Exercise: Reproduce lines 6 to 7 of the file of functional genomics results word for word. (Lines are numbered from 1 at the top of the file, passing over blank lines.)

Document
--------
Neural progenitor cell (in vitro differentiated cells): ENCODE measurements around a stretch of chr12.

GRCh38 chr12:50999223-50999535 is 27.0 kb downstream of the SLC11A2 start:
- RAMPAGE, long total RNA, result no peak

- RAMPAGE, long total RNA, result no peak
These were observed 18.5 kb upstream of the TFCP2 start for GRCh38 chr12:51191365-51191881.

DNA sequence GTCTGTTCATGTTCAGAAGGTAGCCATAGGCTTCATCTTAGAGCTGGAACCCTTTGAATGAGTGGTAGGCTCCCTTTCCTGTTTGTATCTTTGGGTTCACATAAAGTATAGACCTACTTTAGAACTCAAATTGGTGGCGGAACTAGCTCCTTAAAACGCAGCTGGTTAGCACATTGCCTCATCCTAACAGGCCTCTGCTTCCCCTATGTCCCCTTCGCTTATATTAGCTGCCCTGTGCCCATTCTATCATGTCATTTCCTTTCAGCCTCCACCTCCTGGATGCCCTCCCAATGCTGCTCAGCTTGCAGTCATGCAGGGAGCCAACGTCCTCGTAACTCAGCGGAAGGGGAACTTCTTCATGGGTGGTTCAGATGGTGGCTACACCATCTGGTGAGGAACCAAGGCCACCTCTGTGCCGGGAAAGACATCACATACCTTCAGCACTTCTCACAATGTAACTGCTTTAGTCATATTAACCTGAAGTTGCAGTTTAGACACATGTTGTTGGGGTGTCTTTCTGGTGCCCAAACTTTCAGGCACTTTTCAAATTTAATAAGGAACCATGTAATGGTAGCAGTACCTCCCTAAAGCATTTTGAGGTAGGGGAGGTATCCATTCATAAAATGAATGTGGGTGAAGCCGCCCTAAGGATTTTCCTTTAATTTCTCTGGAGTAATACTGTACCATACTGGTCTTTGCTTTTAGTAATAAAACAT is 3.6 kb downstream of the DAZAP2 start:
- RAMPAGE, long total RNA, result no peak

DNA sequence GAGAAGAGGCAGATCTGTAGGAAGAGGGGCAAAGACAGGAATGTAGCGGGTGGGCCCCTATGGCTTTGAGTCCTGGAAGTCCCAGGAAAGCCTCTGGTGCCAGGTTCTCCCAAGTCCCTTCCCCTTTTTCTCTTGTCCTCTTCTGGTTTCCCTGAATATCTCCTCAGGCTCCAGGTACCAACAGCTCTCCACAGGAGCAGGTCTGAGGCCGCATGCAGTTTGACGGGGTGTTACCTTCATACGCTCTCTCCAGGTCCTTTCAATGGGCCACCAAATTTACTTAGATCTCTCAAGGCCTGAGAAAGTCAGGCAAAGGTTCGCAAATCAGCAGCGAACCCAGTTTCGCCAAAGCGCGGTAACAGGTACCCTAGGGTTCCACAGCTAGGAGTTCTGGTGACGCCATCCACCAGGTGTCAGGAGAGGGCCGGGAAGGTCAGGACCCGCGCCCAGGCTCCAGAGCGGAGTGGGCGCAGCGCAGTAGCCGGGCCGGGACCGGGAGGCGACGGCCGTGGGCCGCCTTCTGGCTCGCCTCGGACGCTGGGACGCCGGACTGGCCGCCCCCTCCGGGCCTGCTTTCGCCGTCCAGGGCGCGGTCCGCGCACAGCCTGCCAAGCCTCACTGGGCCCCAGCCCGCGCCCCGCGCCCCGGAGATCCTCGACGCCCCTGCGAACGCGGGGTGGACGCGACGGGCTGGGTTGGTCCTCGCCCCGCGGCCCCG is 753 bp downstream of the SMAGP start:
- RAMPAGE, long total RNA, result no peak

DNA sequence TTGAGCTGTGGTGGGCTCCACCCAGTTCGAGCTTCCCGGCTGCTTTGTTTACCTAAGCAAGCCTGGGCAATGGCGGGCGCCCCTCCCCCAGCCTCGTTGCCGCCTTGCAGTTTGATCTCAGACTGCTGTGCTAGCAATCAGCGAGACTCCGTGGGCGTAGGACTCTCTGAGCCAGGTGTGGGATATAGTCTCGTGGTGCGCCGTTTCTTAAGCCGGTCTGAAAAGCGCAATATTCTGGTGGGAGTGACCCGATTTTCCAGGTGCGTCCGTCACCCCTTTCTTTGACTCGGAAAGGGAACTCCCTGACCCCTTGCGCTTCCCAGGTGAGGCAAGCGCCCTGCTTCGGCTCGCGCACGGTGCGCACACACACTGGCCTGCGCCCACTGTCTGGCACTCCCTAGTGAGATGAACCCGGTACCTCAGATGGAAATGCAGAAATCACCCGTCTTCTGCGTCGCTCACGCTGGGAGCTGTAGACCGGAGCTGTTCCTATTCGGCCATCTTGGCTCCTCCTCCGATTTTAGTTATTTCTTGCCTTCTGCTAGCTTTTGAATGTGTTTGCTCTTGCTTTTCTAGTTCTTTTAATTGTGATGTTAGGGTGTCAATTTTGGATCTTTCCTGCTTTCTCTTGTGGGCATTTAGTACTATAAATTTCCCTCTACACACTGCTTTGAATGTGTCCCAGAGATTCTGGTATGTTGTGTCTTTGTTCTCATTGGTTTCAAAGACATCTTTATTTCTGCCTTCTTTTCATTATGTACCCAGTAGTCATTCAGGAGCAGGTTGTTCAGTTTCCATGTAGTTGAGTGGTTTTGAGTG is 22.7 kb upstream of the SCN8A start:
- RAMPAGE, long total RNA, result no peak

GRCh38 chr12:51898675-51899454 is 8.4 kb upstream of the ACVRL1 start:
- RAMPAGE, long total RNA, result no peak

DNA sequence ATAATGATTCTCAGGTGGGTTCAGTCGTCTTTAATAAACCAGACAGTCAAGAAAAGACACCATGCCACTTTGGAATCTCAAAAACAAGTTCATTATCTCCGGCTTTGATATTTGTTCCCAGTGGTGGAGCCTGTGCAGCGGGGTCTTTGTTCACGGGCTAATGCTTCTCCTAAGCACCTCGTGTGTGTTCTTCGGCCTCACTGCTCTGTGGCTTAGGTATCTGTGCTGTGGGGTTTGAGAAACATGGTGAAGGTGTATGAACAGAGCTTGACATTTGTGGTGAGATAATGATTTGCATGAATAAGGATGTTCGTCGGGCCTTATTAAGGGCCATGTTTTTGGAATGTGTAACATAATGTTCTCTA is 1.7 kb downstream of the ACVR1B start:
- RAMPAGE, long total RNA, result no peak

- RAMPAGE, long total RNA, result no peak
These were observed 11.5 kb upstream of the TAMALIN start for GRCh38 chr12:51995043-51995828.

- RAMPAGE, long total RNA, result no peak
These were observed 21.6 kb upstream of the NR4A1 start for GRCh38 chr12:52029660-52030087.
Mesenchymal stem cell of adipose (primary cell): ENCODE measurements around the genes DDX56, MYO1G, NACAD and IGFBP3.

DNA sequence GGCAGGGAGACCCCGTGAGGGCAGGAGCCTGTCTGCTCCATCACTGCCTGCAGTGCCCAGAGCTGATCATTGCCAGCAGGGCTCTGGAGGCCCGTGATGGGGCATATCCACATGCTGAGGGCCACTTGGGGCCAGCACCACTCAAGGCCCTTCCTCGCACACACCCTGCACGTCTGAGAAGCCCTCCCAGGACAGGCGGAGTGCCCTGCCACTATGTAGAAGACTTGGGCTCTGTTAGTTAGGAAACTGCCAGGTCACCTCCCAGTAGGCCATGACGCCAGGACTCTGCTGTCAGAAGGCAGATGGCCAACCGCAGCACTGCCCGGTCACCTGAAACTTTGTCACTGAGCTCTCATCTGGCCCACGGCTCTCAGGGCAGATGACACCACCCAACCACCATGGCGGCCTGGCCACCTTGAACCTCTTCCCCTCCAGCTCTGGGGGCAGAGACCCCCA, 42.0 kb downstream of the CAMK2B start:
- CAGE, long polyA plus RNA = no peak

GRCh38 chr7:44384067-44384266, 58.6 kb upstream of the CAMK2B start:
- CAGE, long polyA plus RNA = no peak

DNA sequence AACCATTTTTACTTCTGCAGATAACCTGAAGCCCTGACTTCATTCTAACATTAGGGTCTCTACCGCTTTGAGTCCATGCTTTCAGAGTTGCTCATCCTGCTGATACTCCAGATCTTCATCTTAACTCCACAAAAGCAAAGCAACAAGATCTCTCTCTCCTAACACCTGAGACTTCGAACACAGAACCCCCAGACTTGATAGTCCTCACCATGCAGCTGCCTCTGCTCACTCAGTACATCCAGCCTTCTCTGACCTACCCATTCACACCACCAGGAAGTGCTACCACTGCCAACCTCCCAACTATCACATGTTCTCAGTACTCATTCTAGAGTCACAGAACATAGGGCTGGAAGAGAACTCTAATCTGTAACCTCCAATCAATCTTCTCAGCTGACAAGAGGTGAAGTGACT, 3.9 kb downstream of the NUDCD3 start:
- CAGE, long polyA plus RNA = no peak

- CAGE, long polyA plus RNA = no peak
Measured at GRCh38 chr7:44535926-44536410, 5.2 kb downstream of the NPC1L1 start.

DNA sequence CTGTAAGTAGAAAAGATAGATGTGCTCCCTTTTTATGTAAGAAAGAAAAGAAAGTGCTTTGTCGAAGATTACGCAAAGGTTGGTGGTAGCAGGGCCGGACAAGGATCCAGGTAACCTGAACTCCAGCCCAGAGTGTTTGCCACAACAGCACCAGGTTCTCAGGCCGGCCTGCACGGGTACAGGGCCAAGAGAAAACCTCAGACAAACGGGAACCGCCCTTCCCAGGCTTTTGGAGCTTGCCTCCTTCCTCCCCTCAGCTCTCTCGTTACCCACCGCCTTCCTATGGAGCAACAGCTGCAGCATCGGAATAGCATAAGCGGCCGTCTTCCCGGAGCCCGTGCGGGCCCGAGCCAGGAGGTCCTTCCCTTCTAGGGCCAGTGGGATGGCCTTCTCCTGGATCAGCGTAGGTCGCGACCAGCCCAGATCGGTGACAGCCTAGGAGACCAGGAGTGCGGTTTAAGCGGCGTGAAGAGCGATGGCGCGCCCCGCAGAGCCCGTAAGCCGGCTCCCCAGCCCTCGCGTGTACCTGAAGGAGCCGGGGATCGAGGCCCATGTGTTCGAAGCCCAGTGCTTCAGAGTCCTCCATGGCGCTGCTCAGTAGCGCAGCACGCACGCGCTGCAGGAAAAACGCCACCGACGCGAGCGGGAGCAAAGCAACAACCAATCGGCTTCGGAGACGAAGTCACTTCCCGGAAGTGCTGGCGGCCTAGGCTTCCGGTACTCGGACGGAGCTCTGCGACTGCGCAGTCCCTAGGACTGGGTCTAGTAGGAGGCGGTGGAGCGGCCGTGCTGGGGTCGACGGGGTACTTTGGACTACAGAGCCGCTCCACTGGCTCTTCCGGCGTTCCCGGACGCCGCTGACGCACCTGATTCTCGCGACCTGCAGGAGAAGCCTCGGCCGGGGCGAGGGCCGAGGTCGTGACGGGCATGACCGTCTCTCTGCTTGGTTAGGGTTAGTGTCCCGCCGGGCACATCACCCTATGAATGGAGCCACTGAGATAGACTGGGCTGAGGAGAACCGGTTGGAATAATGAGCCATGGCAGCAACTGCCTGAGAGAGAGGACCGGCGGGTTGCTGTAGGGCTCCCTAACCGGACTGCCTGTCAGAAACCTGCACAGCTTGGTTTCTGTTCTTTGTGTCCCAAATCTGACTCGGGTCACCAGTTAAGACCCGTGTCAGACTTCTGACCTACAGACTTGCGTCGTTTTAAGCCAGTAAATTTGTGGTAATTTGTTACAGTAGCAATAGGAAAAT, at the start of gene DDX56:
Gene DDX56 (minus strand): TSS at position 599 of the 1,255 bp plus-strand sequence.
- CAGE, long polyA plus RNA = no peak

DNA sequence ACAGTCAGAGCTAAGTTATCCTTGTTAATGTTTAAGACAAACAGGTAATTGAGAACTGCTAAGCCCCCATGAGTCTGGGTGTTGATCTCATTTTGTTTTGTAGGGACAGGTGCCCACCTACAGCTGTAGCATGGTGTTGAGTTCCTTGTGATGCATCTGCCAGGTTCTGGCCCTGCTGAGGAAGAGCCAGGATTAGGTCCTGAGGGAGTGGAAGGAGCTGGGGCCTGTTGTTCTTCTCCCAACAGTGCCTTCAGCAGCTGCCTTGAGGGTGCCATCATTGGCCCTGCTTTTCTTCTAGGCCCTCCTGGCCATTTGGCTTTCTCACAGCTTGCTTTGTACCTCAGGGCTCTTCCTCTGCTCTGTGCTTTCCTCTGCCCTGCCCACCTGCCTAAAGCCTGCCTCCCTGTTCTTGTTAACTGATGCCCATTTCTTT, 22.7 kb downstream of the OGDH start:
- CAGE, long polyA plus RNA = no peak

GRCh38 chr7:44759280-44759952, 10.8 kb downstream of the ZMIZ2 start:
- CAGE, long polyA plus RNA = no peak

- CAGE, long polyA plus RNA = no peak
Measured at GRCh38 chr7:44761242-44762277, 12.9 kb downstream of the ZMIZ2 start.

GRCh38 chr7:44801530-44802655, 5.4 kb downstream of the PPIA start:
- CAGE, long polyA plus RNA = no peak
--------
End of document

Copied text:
DNA sequence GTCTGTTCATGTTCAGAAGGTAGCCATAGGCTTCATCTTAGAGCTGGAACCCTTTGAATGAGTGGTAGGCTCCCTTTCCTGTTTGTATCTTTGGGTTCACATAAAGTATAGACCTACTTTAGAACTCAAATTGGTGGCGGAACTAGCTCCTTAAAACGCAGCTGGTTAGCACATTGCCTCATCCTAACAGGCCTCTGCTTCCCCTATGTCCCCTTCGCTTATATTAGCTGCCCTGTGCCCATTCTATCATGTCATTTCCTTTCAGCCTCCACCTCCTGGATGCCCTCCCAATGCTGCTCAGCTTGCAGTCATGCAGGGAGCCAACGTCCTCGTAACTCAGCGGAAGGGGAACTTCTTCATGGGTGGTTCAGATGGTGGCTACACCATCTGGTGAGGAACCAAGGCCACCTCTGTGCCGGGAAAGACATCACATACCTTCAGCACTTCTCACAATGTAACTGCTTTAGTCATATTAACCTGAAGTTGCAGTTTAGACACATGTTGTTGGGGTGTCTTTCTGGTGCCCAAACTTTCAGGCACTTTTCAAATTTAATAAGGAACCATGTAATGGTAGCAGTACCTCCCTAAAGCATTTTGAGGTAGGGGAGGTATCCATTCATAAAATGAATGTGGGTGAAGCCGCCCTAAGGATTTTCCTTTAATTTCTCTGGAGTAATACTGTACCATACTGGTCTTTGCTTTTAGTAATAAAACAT is 3.6 kb downstream of the DAZAP2 start:
- RAMPAGE, long total RNA, result no peak